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IWM-Micro Spray and Drip Irrigation


We’re farming about 400 acres—two thirds is
peaches and one third is grapes. Probably 80% of the acreage is in some form of
mini-sprinklers or drip. By far and away we’re using mini-sprinklers. And, we’re seeing more consistent production—
increased production, and more consistent
0:00:35.066,0:00:35.000 growth across the field. Due to the uniformity of
the water application. The mini-sprinkler systems are using water
from the Colorado River. And, requires a pretty good filtration due to the
organic matter, and sand, and sediment in the river. Usually, there’s a pre-filter before the pump
that catches the bigger organic matter. And then we are relying on different filters after the pump
to keep the water clean enough. The filtration has to be matched to the size of the sprinkler
heads to avoid problems with plugging the
0:01:12.066,0:01:12.000 sprinklers. On the maintenance side, the low
volume sprinkler systems do require regular maintenance. Normally when we do irrigation,
we’ll have somebody go through and check the sprinkler heads for plugging. The filters at
the pumps have to be checked depending on the condition of the river water. A, several times
a day.
0:01:34.066,0:01:34.033 A lot of that is automated on the backwashing
and the cleaning of the filters. So, we have controllers that will either be
activated by pressure or by a time clock. But that still requires monitoring to see that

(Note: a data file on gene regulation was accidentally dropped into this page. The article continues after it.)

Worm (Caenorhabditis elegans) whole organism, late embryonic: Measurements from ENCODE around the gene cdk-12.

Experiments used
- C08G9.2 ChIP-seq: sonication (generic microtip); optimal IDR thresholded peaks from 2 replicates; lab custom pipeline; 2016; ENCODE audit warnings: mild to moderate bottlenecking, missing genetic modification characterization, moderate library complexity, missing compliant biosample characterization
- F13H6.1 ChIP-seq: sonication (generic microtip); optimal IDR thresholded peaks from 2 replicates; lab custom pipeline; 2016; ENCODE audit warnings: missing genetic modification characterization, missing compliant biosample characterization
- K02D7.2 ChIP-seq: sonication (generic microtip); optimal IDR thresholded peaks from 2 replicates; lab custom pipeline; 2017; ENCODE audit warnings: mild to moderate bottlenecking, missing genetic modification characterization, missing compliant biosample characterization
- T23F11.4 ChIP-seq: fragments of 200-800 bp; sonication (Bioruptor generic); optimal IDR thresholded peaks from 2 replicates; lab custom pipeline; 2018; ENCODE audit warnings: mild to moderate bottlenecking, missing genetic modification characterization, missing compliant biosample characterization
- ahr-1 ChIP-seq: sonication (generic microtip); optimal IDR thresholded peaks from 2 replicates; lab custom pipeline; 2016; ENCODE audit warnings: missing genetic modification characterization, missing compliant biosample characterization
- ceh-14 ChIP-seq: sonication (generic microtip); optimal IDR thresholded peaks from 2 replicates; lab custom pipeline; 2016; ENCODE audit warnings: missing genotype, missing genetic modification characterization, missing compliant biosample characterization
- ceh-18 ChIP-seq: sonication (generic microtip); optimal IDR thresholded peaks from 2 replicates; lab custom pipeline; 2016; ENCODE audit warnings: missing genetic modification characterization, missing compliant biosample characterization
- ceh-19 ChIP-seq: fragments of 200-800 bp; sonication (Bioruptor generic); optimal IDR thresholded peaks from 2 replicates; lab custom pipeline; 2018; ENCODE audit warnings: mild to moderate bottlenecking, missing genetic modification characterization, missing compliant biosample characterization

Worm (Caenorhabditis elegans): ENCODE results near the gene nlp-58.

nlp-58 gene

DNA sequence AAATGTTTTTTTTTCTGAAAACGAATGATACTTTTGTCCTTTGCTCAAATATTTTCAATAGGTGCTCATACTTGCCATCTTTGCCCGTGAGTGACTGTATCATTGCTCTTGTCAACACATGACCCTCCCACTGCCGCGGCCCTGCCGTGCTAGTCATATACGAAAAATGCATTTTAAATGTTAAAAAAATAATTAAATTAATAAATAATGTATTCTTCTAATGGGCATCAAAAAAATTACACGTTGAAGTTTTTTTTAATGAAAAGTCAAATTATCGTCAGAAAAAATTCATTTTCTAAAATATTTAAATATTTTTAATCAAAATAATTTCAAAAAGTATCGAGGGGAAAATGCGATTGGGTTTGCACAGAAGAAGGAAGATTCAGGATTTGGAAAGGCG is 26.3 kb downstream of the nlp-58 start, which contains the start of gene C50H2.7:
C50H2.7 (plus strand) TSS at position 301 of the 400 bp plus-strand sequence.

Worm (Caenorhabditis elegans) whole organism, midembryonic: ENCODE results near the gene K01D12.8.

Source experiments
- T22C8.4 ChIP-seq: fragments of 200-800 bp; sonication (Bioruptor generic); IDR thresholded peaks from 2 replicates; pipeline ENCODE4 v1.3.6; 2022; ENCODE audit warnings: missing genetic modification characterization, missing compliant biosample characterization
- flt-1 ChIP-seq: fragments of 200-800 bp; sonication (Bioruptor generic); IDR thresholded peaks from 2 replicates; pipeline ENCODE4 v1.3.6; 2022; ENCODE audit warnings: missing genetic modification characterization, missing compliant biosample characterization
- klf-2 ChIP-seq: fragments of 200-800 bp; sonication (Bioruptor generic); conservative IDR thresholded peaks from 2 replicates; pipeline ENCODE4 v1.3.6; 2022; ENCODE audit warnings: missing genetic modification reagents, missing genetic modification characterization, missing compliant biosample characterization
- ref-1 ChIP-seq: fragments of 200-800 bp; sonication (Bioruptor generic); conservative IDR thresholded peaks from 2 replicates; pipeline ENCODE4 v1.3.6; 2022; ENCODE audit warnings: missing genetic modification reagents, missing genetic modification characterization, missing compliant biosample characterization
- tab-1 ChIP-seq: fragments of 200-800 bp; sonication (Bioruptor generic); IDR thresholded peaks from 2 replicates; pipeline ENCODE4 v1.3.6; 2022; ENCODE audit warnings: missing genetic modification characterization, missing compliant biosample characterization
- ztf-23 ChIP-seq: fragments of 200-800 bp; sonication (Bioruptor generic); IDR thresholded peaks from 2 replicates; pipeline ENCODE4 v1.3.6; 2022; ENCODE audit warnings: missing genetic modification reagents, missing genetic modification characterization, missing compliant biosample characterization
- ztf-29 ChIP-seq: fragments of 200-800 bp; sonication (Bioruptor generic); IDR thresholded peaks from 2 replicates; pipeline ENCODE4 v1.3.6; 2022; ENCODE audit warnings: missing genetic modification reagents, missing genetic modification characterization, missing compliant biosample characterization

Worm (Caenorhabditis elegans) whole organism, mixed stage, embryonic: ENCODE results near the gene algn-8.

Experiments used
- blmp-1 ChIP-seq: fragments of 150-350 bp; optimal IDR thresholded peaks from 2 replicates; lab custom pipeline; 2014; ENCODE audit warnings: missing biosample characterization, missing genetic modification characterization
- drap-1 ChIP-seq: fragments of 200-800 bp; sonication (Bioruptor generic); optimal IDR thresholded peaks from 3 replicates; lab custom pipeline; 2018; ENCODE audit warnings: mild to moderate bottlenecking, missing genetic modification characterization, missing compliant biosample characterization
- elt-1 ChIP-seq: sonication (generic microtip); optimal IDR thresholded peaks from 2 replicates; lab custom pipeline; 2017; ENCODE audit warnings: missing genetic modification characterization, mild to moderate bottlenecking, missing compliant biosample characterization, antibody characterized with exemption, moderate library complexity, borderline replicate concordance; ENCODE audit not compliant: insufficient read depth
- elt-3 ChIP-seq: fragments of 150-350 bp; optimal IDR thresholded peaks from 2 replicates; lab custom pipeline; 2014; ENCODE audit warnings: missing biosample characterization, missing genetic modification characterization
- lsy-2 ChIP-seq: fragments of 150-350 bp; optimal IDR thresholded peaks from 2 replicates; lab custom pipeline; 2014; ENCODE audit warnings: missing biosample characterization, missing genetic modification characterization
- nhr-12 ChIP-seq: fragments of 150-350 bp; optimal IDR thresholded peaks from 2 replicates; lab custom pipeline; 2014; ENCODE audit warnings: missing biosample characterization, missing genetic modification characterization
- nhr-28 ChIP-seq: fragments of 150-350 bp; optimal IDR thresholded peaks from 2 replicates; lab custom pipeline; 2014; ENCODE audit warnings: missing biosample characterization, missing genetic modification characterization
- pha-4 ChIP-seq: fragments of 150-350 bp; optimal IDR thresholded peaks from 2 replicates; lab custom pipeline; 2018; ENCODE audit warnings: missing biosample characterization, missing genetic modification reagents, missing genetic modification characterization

they’re functioning properly. So, at the time of irrigation we have somebody
go through and check the nozzles for plugging. There can be damage from pickers stepping on
sprinkler heads and knocking them over. We’ve
0:02:07.033,0:02:07.000 had some animal damage. It’s very rare, but
they will chew on lines sometimes to get water. Periodically, say every couple of months, it’s
necessary to go through and open the ends of the hose lines, to remove the buildup of silt that
accumulates. Even though we have filters, there’s still a lot of stuff that stays in solution in
the river water and will accumulate in the hose lines. So, that has to be checked and the ends
of the lines periodically flushed. Well, we can vary the length of the irrigation,
and we’re doing that. Normally running things 24 hours in the early
season to fill the soil profile with moisture. And then during mid-season–July and August–
due to the stage the fruit development’s at we’re reducing sprinkler times to 12 hours, or
reducing the number of irrigations. Lengthening the frequency. We have some
control over the growth of the trees that way—as well as canopy
management. And, then once the fruit starts to matures and change color, we’re going to 24
hour irrigations at more regular intervals, as the fruit finishes. Leading up to picking. We
are converting as much as we can to the mini-sprinklers on the
peaches and the grapes as well. Mainly because of the uniformity of growth in the
orchard and increased yields that we’re seeing. We have some blocks where we’ve converted
from furrows to mini-sprinklers and we’ve had a noticeable increase in the
production of fruit from those situations.

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